Founder: Intelligent Answers & Organizational Zoo Ambassadors Network
Author: The Organizational Zoo & Being a Successful Knowledge Leader
Twitter: Metaphorage
Blog: http//organizationalzoo.blogspot.com
Ph +61 413 047 408 Skype: Arthur.Shelley
Free Zoo Behavioural Profiles: <http://www.organizationalzoo.com/>
www.organizationalzoo.com_


Simard, Albert <albert.simard@...>
 

Arthur –

 

I have a presentation that links KM and libraries that may be of interest to your colleague.  Unfortunately, I can’t send it to you because we still can’t send e-mails with attachments (we’ve only been down for 2 months).  And I can’t send (or read) the URL because, of course, that’s active code.  

 

But it’s posted under my name on Slide Share (which I can’t access!).  It’s called the Knowledge Economy: Wherefore Libraries.

 

Sigh!

 

Albert J. Simard, Ph.D.

Knowledge Manager / Gestionnaire du savoir

 

Defence R&D Canada - / R&D pour la defense Canada

305 Rideau St., 9th floor - AH11 / 305 rue Rideau, 9 ieme etage -AH11

Ottawa, Ontatio K1A 0K2

Canada

Tel: 613-943-3501   Fax: 613-996-7063

e-mail: albert.simard@...

 


Nancy Dixon
 

In response to Arthur's question, I wanted to describe a practice we use in an organization I consult with, the Defense Intelligence Agency.  

The leader of the Knowledge Lab is a voracious reader and he writes reviews of many of the books he reads for the internal communication magazine - which is widely read.  At the end of each review he notes that copies of that books are available to anyone who wants to read them. The Knowledge Lab then buys 15-20 copies of each book.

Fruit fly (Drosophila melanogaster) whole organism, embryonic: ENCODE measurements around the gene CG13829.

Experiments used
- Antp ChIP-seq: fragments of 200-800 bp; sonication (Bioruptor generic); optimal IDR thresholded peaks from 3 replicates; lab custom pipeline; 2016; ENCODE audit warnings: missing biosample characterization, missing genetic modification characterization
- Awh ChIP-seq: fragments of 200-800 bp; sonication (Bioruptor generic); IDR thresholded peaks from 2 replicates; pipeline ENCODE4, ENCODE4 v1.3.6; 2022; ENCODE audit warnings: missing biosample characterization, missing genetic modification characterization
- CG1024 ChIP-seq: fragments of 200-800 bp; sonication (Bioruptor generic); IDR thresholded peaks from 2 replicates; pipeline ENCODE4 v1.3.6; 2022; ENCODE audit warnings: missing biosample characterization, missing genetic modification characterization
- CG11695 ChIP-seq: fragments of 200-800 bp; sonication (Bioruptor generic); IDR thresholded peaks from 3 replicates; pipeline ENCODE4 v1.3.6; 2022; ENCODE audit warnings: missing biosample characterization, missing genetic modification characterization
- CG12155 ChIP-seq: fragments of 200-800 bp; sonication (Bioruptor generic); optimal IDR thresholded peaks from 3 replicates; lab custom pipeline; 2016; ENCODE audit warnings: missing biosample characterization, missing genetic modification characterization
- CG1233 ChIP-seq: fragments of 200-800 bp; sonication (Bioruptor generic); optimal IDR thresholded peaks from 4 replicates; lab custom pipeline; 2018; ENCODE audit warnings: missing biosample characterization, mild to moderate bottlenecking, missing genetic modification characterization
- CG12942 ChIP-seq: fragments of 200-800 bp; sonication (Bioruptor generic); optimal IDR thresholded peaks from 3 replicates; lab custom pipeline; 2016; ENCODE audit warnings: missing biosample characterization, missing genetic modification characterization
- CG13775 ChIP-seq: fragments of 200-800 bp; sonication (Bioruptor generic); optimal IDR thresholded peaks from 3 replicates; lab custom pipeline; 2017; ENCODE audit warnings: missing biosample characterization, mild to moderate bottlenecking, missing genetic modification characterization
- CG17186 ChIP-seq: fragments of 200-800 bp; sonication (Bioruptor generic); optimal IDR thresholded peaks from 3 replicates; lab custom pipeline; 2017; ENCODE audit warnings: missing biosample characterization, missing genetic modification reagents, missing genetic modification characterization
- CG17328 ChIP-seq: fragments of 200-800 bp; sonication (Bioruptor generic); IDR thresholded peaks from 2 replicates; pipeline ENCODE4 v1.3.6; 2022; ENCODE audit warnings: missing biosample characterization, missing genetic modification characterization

The book program is a great success.  People come by and browse through the books and take a couple with them.  There is a check out sheet that people can sign as, but many of those "borrowed" books now live on the shelves of managers and executives - which is all to the good.  No one ever fusses because someone has permanently borrowed a book!  

So maybe the question is not so much what books to buy for this organization, but how to get people to read them!

Nancy

Nancy M. Dixon
Common Knowledge Associates
 512 912 6100

now blogging at www.nancydixonblog.com







Fingerman, Susan M. <susan.fingerman@...>
 

Hello,
An association called AIIP - Association of Independent Information Professionals - has people who will do an information assessment for your organization to analyze the pros and cons of having a library. I worked for several small organizations as a one person library which gave alot of value to the company. www.aiip.org<https://aplive.jhuapl.edu/,DanaInfo=.awxyCenowHx1r+>